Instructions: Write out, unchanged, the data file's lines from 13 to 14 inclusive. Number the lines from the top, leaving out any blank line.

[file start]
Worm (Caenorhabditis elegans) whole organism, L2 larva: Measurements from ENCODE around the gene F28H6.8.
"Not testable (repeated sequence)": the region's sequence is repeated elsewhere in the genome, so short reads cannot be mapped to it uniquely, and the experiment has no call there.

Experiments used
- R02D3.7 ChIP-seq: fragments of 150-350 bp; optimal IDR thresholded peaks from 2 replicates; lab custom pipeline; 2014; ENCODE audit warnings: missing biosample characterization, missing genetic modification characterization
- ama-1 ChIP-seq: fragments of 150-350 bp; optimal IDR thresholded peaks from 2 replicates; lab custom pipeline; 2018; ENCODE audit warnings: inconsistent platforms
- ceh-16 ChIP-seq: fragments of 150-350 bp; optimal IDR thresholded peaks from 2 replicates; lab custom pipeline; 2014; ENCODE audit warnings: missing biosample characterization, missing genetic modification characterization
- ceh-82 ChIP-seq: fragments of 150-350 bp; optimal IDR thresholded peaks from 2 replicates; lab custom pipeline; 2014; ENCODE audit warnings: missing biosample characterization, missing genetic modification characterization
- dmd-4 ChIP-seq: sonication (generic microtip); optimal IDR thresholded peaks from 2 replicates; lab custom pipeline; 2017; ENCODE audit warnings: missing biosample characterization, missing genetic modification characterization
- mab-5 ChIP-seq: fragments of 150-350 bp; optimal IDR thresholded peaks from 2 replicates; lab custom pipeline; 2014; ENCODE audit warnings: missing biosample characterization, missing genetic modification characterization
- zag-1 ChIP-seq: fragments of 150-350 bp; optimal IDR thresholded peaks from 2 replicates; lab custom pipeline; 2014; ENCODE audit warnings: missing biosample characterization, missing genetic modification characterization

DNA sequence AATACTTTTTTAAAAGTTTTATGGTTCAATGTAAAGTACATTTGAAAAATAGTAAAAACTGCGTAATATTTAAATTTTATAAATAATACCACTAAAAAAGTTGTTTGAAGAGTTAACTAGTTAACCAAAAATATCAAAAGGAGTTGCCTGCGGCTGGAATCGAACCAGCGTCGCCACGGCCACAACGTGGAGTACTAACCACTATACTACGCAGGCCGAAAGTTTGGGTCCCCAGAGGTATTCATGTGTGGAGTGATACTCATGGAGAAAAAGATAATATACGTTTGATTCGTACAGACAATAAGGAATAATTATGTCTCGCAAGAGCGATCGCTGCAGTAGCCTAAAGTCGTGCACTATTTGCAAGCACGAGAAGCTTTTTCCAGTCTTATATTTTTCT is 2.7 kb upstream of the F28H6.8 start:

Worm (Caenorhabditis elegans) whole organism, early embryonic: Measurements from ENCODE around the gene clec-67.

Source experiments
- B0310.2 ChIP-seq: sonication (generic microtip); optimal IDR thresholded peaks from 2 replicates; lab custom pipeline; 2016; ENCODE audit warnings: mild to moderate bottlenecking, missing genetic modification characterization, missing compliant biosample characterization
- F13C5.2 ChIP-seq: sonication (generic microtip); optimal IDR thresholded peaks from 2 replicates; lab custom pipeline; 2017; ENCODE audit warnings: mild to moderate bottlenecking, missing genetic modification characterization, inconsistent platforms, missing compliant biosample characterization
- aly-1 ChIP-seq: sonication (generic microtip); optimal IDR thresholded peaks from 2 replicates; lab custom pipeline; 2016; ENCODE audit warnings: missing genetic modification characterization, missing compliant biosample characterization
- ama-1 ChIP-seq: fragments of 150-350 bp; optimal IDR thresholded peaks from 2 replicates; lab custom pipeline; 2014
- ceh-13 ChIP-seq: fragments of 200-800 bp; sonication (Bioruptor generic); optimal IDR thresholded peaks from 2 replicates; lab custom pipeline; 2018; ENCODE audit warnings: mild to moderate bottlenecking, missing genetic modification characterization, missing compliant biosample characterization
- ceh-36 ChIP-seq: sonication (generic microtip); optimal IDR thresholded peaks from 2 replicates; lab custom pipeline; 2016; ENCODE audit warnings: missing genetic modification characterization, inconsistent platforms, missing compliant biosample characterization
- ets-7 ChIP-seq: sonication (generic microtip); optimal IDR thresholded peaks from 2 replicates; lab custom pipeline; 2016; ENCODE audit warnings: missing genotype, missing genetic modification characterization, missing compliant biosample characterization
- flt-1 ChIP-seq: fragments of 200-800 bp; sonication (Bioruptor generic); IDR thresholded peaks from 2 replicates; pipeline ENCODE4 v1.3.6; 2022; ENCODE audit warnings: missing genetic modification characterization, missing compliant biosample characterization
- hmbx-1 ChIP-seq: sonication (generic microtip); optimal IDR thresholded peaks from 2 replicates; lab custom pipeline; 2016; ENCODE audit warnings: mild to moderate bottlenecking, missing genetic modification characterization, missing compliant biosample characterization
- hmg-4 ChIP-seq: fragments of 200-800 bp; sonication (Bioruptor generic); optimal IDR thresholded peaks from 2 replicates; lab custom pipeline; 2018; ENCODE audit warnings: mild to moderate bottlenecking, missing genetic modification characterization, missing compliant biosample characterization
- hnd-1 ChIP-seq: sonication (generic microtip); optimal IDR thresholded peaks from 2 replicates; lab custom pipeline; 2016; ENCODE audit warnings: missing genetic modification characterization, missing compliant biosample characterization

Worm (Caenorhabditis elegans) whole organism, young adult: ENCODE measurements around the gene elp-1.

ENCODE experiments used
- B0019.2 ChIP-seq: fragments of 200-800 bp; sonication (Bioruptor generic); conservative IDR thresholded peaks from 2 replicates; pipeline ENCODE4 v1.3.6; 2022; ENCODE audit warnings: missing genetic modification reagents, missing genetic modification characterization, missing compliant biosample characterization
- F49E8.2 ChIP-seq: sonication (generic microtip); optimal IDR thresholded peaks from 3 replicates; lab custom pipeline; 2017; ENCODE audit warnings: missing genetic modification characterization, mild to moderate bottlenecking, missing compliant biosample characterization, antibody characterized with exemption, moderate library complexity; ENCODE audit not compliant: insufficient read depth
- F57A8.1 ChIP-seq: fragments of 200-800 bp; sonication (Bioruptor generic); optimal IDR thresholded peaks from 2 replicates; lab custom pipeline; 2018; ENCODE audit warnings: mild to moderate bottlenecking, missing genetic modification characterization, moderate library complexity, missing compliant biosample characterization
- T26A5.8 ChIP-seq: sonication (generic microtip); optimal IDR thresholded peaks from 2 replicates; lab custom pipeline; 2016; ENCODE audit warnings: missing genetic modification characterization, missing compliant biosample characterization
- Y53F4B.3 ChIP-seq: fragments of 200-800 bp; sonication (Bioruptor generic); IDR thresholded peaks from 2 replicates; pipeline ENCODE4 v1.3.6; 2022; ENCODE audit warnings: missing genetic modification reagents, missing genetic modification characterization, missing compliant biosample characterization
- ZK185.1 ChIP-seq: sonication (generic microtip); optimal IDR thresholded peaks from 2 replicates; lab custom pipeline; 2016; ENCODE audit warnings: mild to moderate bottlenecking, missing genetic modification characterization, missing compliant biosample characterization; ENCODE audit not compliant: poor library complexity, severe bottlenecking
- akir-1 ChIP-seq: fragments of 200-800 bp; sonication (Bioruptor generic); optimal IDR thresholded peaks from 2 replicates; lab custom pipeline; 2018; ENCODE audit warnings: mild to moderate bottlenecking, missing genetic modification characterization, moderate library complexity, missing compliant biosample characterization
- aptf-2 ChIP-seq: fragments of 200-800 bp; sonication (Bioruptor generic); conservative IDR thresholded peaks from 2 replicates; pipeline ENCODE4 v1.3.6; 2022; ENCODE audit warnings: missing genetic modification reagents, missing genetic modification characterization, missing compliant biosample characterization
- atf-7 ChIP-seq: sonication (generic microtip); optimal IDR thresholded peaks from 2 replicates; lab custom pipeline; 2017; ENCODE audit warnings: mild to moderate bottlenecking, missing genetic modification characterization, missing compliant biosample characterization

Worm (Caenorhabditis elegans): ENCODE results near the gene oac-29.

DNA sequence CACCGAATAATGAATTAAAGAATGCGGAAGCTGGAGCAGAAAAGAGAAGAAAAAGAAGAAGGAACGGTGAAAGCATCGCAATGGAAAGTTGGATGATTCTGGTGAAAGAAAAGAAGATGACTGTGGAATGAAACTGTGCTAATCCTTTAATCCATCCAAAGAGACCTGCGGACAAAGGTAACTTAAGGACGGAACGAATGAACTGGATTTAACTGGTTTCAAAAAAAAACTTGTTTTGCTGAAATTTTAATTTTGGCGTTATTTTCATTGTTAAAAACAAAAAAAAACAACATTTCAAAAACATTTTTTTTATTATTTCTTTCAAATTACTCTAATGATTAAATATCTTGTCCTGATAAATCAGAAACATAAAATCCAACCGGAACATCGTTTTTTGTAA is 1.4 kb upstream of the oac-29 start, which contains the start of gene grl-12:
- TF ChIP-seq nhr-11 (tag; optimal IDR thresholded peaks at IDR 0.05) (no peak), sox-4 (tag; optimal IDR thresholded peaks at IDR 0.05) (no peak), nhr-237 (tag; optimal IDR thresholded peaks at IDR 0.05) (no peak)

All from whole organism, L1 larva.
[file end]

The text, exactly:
Source experiments
- B0310.2 ChIP-seq: sonication (generic microtip); optimal IDR thresholded peaks from 2 replicates; lab custom pipeline; 2016; ENCODE audit warnings: mild to moderate bottlenecking, missing genetic modification characterization, missing compliant biosample characterization